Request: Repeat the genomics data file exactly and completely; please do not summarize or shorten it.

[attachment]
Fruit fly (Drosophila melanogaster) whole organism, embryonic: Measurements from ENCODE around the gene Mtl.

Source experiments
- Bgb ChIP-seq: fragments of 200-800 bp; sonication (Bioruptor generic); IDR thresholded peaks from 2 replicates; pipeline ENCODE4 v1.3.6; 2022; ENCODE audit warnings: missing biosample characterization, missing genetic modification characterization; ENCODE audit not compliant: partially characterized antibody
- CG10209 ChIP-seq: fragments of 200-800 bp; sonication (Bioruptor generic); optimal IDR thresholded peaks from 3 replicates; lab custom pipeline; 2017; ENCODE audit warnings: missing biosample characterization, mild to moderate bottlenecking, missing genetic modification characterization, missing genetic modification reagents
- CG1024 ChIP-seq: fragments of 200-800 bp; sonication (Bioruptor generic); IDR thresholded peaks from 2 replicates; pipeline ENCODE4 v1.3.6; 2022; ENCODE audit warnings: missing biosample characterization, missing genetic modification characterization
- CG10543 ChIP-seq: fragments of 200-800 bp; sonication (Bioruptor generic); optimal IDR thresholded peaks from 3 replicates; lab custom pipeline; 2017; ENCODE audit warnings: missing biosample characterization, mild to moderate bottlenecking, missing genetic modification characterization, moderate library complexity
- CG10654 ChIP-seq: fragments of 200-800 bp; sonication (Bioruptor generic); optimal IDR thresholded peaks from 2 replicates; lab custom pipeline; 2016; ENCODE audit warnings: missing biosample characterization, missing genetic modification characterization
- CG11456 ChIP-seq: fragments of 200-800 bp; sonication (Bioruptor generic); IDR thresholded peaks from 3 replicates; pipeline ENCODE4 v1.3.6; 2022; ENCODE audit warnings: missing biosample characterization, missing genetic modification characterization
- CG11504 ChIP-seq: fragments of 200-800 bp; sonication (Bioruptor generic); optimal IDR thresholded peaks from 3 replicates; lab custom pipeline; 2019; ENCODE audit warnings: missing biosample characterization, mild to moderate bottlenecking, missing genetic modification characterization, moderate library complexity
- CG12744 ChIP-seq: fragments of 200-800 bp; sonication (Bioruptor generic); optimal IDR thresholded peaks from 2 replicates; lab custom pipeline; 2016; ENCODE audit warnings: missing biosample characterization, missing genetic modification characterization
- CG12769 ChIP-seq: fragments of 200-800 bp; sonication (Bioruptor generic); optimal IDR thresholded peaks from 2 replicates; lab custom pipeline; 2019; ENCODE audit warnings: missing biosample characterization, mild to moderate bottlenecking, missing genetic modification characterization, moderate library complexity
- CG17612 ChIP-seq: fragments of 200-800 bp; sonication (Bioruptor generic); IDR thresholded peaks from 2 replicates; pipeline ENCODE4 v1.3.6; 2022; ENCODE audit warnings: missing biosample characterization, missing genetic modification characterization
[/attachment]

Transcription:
Fruit fly (Drosophila melanogaster) whole organism, embryonic: Measurements from ENCODE around the gene Mtl.

Source experiments
- Bgb ChIP-seq: fragments of 200-800 bp; sonication (Bioruptor generic); IDR thresholded peaks from 2 replicates; pipeline ENCODE4 v1.3.6; 2022; ENCODE audit warnings: missing biosample characterization, missing genetic modification characterization; ENCODE audit not compliant: partially characterized antibody
- CG10209 ChIP-seq: fragments of 200-800 bp; sonication (Bioruptor generic); optimal IDR thresholded peaks from 3 replicates; lab custom pipeline; 2017; ENCODE audit warnings: missing biosample characterization, mild to moderate bottlenecking, missing genetic modification characterization, missing genetic modification reagents
- CG1024 ChIP-seq: fragments of 200-800 bp; sonication (Bioruptor generic); IDR thresholded peaks from 2 replicates; pipeline ENCODE4 v1.3.6; 2022; ENCODE audit warnings: missing biosample characterization, missing genetic modification characterization
- CG10543 ChIP-seq: fragments of 200-800 bp; sonication (Bioruptor generic); optimal IDR thresholded peaks from 3 replicates; lab custom pipeline; 2017; ENCODE audit warnings: missing biosample characterization, mild to moderate bottlenecking, missing genetic modification characterization, moderate library complexity
- CG10654 ChIP-seq: fragments of 200-800 bp; sonication (Bioruptor generic); optimal IDR thresholded peaks from 2 replicates; lab custom pipeline; 2016; ENCODE audit warnings: missing biosample characterization, missing genetic modification characterization
- CG11456 ChIP-seq: fragments of 200-800 bp; sonication (Bioruptor generic); IDR thresholded peaks from 3 replicates; pipeline ENCODE4 v1.3.6; 2022; ENCODE audit warnings: missing biosample characterization, missing genetic modification characterization
- CG11504 ChIP-seq: fragments of 200-800 bp; sonication (Bioruptor generic); optimal IDR thresholded peaks from 3 replicates; lab custom pipeline; 2019; ENCODE audit warnings: missing biosample characterization, mild to moderate bottlenecking, missing genetic modification characterization, moderate library complexity
- CG12744 ChIP-seq: fragments of 200-800 bp; sonication (Bioruptor generic); optimal IDR thresholded peaks from 2 replicates; lab custom pipeline; 2016; ENCODE audit warnings: missing biosample characterization, missing genetic modification characterization
- CG12769 ChIP-seq: fragments of 200-800 bp; sonication (Bioruptor generic); optimal IDR thresholded peaks from 2 replicates; lab custom pipeline; 2019; ENCODE audit warnings: missing biosample characterization, mild to moderate bottlenecking, missing genetic modification characterization, moderate library complexity
- CG17612 ChIP-seq: fragments of 200-800 bp; sonication (Bioruptor generic); IDR thresholded peaks from 2 replicates; pipeline ENCODE4 v1.3.6; 2022; ENCODE audit warnings: missing biosample characterization, missing genetic modification characterization